Locking Down Ports on Amazon Lightsail

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I’ve been using Amazon Lightsail, which is kind of an “EC2-lite” to host my VPN server. It’s quick to set up and tear down, but one limitation is that, unlike traditional EC2, you can’t granularly control access to firewall ports from Amazon’s web UI. You open the port or close it, it’s all or nothing. While I might leave the VPN port open to access via mobile device, I don’t really want SSH open to the world. In addition, you can access Lightsail using Amazon’s web console, so you don’t even really need SSH open to yourself, just Amazon’s internal network.

What follows is a quick how-to for blocking access to your system using iptables, excerpted from my book, The Seven Minute Server: Build Your Own VPN.

Note that this procedure assumes you’re running a VPN on the system and want to block SSH, and thus includes rules to allow access from IPs you might use to access the system if connected to the VPN. Switch -p tcp and --dport 22 to whichever port/protocol you need to block.

Using iptables to Block Outside Access to Your Systems

  1. Open the Lightsail console, tap the menu next to your instance, and select Connect.

  2. Type last to show the last IP addresses that accessed the system; this will show our internal network via the web console. For instance, if all connections came from between 72.21.217.1 through 72.21.217.255, we can assume Amazon is using this network block to manage Lightsail.

  3. Once in, enter the following command to allow the web-based console connection (72.21.217.0/8), the internal EC2 network (172.0.0.0/12), the internal VPN network (10.0.0.0/8), the VPN server’s external address (s.s.s.s/32 below; add your VPN server’s external IP here instead) and any IP address you normally use to connect via SSH into the system:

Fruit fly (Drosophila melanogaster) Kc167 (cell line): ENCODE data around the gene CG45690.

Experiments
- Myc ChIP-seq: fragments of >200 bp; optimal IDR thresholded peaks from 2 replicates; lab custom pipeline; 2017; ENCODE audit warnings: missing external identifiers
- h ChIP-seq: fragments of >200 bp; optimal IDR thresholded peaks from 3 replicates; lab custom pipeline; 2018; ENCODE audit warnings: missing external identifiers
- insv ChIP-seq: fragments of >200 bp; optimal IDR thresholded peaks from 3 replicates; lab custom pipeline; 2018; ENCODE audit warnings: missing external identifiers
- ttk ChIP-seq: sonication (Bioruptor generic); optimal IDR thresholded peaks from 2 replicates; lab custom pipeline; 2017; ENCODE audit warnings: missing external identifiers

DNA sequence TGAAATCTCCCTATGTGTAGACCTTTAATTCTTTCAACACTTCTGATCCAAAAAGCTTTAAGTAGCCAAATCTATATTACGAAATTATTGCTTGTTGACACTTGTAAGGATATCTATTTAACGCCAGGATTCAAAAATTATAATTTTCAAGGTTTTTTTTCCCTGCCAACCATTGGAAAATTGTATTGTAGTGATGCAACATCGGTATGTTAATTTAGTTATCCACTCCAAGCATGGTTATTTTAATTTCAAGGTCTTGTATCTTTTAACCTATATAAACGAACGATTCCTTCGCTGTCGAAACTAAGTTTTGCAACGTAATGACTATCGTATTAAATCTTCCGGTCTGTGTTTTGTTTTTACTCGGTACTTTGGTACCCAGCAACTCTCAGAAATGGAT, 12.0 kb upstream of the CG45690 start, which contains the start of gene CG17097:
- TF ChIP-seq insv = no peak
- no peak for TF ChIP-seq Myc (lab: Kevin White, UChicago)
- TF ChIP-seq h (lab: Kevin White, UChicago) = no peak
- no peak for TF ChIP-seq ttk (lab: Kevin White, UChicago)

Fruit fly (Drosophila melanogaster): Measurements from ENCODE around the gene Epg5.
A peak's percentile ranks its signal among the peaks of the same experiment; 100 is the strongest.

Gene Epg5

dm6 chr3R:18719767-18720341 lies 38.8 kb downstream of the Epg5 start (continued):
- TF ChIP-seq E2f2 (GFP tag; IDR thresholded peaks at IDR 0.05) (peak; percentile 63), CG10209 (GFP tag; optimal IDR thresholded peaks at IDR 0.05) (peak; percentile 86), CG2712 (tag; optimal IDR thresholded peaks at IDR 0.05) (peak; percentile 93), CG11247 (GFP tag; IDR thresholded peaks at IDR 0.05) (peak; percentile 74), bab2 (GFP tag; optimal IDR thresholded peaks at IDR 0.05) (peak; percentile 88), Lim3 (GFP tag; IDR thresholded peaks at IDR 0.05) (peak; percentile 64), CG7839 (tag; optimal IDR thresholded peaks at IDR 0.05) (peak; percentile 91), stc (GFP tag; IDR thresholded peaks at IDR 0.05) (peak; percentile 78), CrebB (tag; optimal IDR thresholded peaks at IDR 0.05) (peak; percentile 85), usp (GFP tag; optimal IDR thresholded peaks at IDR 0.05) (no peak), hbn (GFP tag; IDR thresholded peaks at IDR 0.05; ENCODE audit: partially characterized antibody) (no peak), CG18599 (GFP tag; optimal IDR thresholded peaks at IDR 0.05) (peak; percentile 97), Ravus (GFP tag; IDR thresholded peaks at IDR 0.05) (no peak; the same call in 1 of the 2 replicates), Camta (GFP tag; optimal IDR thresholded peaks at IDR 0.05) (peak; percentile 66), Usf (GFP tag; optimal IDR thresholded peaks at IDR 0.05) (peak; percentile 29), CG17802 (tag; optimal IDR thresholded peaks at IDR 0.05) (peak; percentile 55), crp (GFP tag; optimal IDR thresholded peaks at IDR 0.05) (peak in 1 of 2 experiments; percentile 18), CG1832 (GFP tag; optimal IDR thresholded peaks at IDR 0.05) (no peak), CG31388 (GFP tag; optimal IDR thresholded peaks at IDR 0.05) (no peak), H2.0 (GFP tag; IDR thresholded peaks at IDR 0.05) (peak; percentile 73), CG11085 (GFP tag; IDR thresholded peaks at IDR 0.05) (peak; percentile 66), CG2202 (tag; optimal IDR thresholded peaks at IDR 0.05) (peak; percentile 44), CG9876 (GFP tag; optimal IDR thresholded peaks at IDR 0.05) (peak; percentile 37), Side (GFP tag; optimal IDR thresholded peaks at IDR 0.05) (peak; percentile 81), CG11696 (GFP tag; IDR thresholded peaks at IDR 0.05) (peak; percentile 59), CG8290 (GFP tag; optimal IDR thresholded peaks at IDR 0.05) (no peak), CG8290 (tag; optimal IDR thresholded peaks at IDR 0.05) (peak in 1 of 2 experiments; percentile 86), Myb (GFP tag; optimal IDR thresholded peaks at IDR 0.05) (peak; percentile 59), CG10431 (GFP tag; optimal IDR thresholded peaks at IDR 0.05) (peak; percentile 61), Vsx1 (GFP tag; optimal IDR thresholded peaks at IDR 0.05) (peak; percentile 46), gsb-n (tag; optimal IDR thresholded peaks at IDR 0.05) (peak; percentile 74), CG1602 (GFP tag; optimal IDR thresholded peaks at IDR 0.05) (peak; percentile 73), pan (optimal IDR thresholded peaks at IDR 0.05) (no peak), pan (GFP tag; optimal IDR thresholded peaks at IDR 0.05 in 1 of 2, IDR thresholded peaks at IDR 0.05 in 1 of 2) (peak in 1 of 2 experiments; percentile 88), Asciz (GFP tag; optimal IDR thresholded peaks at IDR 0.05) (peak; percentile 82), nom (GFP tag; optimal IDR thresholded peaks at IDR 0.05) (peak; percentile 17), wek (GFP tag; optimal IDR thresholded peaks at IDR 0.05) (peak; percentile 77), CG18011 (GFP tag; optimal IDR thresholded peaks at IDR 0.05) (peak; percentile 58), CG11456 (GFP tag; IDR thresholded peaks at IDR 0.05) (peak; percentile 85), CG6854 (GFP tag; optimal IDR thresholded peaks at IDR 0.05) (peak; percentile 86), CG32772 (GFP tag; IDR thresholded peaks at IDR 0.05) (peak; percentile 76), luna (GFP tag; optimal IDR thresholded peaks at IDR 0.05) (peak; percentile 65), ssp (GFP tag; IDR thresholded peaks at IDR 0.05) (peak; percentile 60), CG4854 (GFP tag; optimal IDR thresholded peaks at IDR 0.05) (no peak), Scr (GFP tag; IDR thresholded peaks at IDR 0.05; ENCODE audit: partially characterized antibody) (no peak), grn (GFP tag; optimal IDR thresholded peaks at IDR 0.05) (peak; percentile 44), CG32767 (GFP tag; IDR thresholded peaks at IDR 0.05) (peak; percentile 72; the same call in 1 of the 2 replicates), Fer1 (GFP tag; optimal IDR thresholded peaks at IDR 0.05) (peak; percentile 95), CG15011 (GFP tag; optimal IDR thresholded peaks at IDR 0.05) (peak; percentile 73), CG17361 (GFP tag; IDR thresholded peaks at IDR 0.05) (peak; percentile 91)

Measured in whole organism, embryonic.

$ sudo iptables -A INPUT -p tcp -s 172.0.0.0/12 --dport 22 -j ACCEPT
    $ sudo iptables -A INPUT -p tcp -s 10.0.0.0/8 --dport 22 -j ACCEPT
    $ sudo iptables -A INPUT -p tcp -s 72.21.217.0/24 --dport 22 -j ACCEPT
    $ sudo iptables -A INPUT -p tcp -s s.s.s.s/32 --dport 22 -j ACCEPT
    $ sudo iptables -A INPUT -p tcp -s y.y.y.y/32 --dport 22 -j ACCEPT
    
  4. Run the following command to show your changes to the INPUT chain and review them. Make sure they are correct or you may be locked out (restart the system to clear the rules if you goof up!):

    $ sudo iptables -L INPUT
    
  5. If you need to delete any rules, use the same syntax, but replace the -A with a -D, for example:

    $ sudo iptables -D INPUT -p tcp -s 172.0.0.0/12 --dport 22 -j ACCEPT
    
  6. Once you’ve got these in, you’re ready to block port 22 to everyone else:

    $ sudo iptables -A INPUT -p tcp --dport 22 -j DROP
    
  7. Make sure you still have access! If not, you can reboot the system to clear your changes. If the changes are good and you can still access your server via SSH, save your changes and restart:

    $ sudo service iptables save && sudo service iptables restart
    

If you’re logged on using the web console, you may get kicked off during restart. You can click Reconnect to reconnect.